Without co-ordinated action across Government, the next few years could see an increase in social exclusion. The trends that are exposing more people to the risk of exclusion include an increasing premium on skills, an ageing population with more social care needs, greater ethnic diversity and a growing proportion of single person households. The warning comes in a discussion paper from the Social Exclusion Unit, which was set up to help improve action to reduce social exclusion by producing ‘joined-up solutions to joined-up problems’.Social exclusion is the shorthand for what can happen when people or areas suffer from a combination of linked problems such as unemployment, poor skills, low incomes, poor housing, high crime, bad health and family breakdown.
The paper shows there has been progress. The number of children living in relative low-income households has fallen by 0.5 million since 1997. Without action it is estimated that the number would have risen to 1.5 million. There has been a 70% reduction in the number of people sleeping rough since 1997 and 66% fewer families with children are in bed and breakfast accommodation. In the same period some 200,000 lone parents have moved into work.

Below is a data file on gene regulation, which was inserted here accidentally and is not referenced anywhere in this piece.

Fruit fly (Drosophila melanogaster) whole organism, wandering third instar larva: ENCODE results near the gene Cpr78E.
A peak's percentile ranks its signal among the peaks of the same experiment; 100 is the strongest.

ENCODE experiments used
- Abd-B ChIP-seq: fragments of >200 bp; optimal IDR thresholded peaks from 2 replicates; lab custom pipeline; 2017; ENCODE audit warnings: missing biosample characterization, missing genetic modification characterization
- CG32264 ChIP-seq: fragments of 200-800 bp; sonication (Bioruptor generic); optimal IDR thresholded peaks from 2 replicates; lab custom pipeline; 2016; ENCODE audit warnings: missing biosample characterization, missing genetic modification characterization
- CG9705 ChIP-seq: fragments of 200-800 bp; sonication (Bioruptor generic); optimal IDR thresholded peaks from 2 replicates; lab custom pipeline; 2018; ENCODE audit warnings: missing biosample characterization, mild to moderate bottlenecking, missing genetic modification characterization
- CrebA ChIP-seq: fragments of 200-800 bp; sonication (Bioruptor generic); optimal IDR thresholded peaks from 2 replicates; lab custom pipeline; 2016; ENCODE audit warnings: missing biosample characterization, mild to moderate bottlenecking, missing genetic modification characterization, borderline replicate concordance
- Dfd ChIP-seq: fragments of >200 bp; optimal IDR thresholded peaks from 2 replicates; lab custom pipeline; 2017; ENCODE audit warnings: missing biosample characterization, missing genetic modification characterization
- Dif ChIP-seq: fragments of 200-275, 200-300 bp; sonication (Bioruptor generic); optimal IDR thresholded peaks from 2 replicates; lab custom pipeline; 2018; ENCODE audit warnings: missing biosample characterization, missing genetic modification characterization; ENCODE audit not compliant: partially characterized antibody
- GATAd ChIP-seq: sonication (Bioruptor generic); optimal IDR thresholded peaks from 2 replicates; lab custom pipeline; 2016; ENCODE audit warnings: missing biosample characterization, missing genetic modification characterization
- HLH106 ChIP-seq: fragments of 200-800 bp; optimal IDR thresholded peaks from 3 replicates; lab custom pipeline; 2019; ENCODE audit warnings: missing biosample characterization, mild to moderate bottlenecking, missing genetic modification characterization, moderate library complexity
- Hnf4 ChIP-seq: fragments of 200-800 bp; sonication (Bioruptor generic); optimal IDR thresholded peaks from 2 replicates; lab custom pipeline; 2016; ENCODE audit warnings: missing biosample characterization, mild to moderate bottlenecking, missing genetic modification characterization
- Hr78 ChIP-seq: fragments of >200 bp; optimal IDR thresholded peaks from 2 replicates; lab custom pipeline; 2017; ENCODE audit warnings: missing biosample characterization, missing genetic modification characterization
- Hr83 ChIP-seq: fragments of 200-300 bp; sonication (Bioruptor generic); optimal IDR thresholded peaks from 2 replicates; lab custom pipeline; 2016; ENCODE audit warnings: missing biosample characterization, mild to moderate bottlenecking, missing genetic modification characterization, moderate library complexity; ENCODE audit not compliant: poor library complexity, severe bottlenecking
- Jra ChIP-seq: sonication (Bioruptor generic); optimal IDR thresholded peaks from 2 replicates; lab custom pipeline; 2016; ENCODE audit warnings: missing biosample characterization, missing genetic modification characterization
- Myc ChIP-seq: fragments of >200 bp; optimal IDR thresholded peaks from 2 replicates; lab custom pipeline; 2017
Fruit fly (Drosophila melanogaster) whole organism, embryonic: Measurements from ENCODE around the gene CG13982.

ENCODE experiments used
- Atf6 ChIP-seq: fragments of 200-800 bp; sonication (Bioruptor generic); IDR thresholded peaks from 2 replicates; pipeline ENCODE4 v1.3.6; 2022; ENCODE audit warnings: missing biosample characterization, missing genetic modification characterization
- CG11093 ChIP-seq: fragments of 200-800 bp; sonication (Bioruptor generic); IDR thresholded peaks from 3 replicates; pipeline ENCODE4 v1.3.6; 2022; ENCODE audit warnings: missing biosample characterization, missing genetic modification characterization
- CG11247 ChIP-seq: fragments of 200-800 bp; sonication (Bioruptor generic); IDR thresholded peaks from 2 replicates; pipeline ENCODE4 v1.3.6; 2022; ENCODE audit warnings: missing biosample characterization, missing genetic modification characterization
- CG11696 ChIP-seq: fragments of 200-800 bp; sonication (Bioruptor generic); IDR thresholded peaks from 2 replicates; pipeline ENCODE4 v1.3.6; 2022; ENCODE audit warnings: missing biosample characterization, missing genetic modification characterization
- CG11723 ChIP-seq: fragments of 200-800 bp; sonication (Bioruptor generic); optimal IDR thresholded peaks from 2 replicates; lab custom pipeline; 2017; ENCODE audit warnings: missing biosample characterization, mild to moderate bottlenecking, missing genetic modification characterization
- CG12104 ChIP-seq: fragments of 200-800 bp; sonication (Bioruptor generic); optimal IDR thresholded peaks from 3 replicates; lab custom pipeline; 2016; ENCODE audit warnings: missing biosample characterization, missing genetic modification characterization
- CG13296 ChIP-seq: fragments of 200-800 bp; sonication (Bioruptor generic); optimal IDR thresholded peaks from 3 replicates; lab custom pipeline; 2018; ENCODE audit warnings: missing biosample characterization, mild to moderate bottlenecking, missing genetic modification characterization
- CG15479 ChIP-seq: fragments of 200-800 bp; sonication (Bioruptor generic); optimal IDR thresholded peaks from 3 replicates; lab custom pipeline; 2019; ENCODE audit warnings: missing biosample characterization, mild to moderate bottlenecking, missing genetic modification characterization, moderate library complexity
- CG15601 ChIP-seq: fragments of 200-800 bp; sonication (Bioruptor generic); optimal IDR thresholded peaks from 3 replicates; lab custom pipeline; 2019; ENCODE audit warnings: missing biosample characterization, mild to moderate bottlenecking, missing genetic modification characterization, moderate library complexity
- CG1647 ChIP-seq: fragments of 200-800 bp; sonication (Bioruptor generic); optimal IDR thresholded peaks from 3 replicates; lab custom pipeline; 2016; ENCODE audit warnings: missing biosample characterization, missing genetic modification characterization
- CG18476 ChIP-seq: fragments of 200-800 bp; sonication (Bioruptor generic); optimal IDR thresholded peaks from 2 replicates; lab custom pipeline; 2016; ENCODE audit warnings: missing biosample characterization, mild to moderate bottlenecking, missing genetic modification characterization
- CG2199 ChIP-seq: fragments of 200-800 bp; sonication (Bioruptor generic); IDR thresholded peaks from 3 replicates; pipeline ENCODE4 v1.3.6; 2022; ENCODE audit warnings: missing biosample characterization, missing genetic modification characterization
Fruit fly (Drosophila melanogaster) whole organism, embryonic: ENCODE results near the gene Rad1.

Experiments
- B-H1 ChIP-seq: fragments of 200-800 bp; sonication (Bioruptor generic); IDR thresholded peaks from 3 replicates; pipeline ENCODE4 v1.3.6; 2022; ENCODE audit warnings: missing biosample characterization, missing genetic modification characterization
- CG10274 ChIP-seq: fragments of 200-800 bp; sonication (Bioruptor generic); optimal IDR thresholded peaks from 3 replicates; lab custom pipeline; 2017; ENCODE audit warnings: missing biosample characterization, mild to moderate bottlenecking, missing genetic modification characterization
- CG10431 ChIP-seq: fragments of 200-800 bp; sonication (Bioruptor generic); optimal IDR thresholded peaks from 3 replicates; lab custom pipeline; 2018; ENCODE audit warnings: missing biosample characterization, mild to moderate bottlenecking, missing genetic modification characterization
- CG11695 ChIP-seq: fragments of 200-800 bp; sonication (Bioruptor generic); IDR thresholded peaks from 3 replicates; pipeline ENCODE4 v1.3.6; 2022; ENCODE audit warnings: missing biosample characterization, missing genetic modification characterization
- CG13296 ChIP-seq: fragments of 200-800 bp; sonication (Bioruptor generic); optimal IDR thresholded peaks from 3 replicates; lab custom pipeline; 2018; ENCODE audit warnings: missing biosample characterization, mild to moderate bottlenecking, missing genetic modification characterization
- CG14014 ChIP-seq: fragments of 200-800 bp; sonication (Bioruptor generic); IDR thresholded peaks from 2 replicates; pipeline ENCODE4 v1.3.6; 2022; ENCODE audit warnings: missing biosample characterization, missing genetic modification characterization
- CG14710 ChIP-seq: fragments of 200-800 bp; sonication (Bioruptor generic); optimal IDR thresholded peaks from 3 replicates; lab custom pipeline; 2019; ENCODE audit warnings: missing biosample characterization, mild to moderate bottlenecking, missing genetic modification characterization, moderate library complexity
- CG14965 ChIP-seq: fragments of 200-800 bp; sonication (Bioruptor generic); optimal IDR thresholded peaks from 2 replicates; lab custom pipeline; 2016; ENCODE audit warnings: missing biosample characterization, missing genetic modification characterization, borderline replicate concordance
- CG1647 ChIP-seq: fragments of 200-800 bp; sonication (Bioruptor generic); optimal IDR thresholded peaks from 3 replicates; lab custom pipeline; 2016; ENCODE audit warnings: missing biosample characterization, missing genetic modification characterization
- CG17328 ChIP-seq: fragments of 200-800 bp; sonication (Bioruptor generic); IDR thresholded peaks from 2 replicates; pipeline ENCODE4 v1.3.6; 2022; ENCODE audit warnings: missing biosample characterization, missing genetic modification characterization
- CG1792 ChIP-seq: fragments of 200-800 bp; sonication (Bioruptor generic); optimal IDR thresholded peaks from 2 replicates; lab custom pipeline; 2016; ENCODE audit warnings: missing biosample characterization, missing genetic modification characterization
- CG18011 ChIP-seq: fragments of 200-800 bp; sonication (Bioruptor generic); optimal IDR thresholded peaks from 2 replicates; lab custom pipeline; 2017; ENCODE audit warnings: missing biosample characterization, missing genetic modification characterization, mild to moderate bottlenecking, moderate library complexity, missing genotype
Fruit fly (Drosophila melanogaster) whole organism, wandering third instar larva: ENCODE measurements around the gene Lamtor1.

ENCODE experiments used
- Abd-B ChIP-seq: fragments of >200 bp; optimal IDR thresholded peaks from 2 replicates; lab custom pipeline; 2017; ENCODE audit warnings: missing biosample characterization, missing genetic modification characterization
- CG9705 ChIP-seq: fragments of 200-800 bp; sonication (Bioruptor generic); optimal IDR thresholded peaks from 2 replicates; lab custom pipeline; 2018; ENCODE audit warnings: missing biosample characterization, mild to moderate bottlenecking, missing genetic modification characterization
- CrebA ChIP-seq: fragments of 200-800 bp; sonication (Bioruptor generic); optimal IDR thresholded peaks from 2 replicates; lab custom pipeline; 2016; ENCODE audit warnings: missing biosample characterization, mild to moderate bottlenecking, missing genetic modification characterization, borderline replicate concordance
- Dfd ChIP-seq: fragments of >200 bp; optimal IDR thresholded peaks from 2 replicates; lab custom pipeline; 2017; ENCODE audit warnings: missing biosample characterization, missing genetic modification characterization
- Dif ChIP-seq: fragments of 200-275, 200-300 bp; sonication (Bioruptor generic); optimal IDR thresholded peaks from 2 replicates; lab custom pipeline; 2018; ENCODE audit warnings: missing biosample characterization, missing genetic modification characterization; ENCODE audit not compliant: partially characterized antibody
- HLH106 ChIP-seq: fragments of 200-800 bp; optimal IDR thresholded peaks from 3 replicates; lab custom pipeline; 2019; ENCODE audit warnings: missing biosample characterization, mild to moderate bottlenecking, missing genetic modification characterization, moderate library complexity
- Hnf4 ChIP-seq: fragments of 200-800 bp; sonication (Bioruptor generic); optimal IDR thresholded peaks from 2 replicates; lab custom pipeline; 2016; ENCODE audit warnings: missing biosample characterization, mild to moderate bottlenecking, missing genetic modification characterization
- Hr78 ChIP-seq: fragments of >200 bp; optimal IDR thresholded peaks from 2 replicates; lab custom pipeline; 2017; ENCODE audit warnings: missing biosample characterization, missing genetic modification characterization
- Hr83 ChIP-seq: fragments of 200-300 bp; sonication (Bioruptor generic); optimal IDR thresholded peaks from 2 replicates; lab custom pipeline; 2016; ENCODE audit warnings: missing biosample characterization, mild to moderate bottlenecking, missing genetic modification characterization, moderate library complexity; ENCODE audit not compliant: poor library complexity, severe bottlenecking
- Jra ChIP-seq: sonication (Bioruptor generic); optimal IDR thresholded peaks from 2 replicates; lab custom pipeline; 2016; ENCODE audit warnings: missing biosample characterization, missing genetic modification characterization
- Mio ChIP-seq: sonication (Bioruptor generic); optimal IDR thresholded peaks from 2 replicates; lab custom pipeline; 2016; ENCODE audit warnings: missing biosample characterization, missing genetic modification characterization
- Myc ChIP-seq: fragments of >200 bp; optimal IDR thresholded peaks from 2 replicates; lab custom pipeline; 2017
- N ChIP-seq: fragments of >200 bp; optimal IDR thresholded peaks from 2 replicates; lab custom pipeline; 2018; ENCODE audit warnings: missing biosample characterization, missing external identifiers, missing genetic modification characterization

Research by the Social Exclusion Unit shows that people born into poverty continue to have far worse life chances than those from privileged backgrounds. Risks of exclusion are highest in specific areas. Some 47% of lone parents are out of work, 18% of pensioners and 16% of children live in poverty and Bangladeshi and Pakistani households are three time more likeyl to be on a low income. .
The Unit is auditing the spending plans of departments to make sure they conform to the aim of reducing exclusion. It is also seeking the views and further evidence from a wide range of experts and stakeholders on the material presented in the paper. It wants to stimulate discussion on key questions, such as: how to tackle worklessness in particular areas?